For Covid-19 long-haul, online therapy group offers refuge – Huntington Now
Lori Donahue doesn’t have to think back to March 2020 when she first developed Covid-19 to remember the debilitating effects of the virus.
Some of them are still with the Nassau County resident, 20 months after she was infected, and manifest themselves in bizarre ways, from a “vibrating” sensation in her legs to a brain fog that leaves her. keeps her from remembering things she has been doing for decades. .
She copes with the long-term symptoms of Covid-19 with the help of her husband and boss, but largely a therapeutic support group led by Kacey Farber, social worker and case manager at Huntington Hospital.
The Long Haul Group is one of many online sessions hosted by Farber, including a group that helps those who mourn someone lost to illness.
For Donahue, the Covid Survivors Therapy Group has provided support, information and contacts during the fight to keep the disease from dominating his life.
The symptoms have been strange, nothing experts expected when the disease first appeared worldwide in 2020 and was initially considered a respiratory illness.
At first she was at home, bedridden, unable to move. She experienced alternating chills and fever, with fatigue setting in in May 2020. Her hair began to fall out and she developed constant pain in her joints, followed by the onset of brain fog.
âI couldn’t remember things,â she said. âThe brain fog was a bit confusing when you can’t remember how to do things or forget to do things. I felt crazy.
âThe first time I drove in January, all of a sudden I couldn’t remember where I was going,â she said. “I had to stop and look at my phone diary, then figure out how to get to the doctor’s office,” the same doctor she had been seeing for years.
She couldn’t do such basic daily activities as remembering to turn off the water when using the kitchen sink, or saving a file on her computer. “It would all come back to me eventually, but it was really annoying.” She resorted to herself, leaving notes to herself as reminders.
Symptoms varied across a variety of systems, including pain in her lungs, although her oxygen level was okay, a cracked tooth, which she learned was a common problem for long-haul Coviders and phantom smells that don’t exist. She will smell like smoke, for example, when no one else does, and she will experience inexplicable tastes, like a metallic taste in anything that has lasted for months, and tinnitus.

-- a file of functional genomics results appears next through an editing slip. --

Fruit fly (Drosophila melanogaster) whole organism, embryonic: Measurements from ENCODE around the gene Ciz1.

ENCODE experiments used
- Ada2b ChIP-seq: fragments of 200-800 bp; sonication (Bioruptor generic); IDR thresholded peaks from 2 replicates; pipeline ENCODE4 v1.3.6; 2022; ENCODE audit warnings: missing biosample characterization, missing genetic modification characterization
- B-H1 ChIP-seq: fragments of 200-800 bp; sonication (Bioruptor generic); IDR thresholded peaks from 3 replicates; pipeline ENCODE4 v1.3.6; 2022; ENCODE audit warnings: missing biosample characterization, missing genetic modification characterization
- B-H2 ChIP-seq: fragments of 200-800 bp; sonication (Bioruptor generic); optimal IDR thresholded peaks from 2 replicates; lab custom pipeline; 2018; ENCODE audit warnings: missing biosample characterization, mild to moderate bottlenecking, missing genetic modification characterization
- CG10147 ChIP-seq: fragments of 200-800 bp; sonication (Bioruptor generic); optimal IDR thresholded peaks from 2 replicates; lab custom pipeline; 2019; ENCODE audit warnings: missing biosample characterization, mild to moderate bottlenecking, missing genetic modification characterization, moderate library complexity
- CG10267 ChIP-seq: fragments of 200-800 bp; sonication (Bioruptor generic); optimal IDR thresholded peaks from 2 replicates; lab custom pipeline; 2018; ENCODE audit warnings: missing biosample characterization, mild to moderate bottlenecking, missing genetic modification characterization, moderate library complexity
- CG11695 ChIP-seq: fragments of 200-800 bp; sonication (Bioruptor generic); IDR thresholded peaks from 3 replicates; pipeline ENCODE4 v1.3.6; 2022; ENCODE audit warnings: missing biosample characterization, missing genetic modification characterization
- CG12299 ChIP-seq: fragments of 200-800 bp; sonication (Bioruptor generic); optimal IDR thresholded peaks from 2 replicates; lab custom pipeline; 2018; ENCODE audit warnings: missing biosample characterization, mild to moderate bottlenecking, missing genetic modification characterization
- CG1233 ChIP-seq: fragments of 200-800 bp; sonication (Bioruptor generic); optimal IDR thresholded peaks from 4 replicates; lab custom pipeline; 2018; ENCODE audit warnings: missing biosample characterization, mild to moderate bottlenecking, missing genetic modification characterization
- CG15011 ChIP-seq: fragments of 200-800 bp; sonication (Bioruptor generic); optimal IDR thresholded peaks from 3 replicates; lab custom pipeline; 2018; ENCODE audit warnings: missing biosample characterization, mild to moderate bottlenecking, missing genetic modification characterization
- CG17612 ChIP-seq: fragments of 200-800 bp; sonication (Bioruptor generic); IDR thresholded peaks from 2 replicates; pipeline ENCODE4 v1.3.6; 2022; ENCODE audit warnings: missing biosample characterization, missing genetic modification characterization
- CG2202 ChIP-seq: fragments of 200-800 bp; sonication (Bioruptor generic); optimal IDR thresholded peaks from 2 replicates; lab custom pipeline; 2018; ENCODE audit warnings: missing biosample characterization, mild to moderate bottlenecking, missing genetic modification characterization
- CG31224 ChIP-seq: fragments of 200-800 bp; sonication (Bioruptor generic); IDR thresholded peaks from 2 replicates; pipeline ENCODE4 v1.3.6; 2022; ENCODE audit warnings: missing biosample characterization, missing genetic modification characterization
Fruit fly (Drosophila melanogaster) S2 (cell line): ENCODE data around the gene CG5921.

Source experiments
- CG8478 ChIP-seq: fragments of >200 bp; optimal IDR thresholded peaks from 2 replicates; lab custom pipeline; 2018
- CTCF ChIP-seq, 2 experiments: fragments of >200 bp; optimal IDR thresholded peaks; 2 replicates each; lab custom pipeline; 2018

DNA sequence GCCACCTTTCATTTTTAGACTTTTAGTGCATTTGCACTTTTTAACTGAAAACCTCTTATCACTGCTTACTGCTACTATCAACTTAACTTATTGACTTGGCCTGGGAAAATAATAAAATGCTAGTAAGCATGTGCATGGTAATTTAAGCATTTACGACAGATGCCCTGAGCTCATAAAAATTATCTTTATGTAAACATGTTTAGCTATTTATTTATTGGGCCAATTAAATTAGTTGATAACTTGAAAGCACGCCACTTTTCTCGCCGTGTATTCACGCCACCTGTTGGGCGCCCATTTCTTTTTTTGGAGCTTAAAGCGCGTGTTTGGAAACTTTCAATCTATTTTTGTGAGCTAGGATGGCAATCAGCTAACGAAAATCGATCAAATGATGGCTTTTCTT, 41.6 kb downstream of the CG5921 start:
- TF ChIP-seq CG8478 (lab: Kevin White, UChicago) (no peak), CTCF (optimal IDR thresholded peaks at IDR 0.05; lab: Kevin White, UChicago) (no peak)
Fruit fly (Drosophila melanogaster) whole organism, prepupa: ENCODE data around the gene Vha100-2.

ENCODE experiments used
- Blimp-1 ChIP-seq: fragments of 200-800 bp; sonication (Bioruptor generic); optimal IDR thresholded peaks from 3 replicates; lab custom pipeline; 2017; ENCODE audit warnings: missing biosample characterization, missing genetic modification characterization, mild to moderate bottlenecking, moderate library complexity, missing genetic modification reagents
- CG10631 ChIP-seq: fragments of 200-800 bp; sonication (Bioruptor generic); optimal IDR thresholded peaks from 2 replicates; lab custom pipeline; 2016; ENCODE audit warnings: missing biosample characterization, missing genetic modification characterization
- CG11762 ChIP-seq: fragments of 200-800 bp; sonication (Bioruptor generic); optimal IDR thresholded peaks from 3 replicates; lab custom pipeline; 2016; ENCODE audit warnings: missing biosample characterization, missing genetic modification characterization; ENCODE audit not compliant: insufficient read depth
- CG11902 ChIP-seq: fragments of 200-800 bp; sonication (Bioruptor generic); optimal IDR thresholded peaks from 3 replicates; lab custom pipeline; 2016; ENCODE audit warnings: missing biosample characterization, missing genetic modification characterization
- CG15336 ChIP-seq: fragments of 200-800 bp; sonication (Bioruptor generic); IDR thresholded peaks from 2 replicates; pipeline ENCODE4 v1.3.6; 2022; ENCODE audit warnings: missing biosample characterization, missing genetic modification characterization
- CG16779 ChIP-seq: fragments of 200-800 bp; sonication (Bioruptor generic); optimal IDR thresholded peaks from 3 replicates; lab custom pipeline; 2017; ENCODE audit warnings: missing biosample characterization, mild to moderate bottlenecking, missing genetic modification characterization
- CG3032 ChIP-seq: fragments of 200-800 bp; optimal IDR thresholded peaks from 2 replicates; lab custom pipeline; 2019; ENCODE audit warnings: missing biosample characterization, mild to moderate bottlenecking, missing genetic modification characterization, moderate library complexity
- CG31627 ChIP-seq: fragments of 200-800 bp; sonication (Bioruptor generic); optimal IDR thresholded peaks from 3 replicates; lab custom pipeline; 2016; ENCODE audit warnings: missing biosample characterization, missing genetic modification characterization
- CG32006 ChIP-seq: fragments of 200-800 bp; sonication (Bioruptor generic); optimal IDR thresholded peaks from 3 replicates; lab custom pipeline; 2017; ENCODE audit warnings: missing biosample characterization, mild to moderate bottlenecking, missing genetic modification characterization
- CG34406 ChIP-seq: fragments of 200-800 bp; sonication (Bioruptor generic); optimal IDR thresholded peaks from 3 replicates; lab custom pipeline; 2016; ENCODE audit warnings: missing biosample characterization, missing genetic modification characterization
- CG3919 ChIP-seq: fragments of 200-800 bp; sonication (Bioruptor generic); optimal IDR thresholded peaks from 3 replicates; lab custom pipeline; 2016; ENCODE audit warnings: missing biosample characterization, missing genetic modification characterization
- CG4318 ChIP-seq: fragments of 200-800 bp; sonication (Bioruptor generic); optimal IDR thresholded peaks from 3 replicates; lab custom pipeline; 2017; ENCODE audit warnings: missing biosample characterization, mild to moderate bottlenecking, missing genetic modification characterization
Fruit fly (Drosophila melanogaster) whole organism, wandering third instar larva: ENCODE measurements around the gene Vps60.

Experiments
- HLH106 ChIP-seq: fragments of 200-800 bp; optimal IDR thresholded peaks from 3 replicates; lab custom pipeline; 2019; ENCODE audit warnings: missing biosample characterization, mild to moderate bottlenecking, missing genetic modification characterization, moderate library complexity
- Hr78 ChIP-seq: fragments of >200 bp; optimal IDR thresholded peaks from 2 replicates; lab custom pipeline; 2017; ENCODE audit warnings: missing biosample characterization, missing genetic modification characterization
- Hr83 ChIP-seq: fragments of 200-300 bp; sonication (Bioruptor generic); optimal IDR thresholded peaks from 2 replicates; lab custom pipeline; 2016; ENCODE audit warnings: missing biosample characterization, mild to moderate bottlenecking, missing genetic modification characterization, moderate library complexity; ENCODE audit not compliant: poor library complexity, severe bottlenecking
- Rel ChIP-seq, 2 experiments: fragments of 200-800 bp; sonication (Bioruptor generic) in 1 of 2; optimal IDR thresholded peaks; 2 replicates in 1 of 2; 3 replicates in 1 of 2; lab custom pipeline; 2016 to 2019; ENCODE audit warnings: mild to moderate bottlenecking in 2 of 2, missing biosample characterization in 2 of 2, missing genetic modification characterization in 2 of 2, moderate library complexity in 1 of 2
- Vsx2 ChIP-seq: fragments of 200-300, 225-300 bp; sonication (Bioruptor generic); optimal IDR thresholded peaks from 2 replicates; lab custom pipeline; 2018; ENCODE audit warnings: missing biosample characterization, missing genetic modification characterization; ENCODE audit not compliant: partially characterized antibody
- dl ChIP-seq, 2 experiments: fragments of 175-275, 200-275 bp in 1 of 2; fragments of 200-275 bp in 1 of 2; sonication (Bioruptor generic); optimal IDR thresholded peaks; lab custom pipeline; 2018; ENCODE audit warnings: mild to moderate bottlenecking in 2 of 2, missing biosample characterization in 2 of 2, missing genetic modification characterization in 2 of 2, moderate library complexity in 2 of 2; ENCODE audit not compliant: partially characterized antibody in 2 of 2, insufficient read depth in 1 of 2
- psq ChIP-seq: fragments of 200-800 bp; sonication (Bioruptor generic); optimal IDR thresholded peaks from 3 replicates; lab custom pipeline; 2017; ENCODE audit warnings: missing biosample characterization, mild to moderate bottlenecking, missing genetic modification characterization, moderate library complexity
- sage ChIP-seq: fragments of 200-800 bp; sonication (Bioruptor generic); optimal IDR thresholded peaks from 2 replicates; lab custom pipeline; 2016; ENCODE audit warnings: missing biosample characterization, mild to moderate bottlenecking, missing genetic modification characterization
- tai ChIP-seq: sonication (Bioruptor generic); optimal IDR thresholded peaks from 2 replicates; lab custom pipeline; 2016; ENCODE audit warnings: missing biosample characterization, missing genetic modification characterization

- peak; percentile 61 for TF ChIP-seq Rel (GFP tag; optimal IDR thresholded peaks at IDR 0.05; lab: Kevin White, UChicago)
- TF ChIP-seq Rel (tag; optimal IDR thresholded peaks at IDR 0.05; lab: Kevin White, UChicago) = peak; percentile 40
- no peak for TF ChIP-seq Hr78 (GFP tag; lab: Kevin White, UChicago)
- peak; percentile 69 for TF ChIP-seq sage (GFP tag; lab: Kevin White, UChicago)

In March or April of this year, after visiting a clinic in Stony Brook, she learned that the support group was being formed.
âIt was the perfect time to bond with people,â she said. âYou get that connection. It has been a blessing to have this connection with people, âshe said. âThe band has been like a safe haven, just to talk to the people who get it. A lot of people are fed up with it; I’m sick of it too. I hate to hear about it (Covid) but I still have to face it. “
It is this connection with others that is essential in helping people cope, Farber said. âPeople feel very isolated. The Covid has become very politicized. They really enjoy the time spent together, to connect and talk about the struggles they’ve had.
Farber started running support groups in October 2019; Covid groups started operating in March in April 2020, and she had six bereavement groups.
The long-haul group started in April 2021.
âIt’s a brilliant virus,â Farber said. âThere is no rhyme or reason for who gets sick, why some people have persistent symptoms and someone else is fine. It’s so sad how much Covid has taken so much. “
For the members of his group, the Covid âimpacts them every day. They must prioritize taking care of themselves, if they are going for a walk, they must take the time to rest. Symptoms she sees in long-haul travelers include brain fog, fatigue, disconnection between thought and speech, breathing problems, shortness of breath. Patients need recovery time to do something that others don’t even have to think about.
âI feel so lucky that these people have let me into their lives. it’s a unique and intimate relationship, âsaid Farber.
Donahue, who is recovering, said members of the group were exchanging information about treatments they had heard of or diet ideas or the latest information they had heard about doctors. âWe are able to talk about what we are feeling and going through,â she says. It gives us a place where we are understood.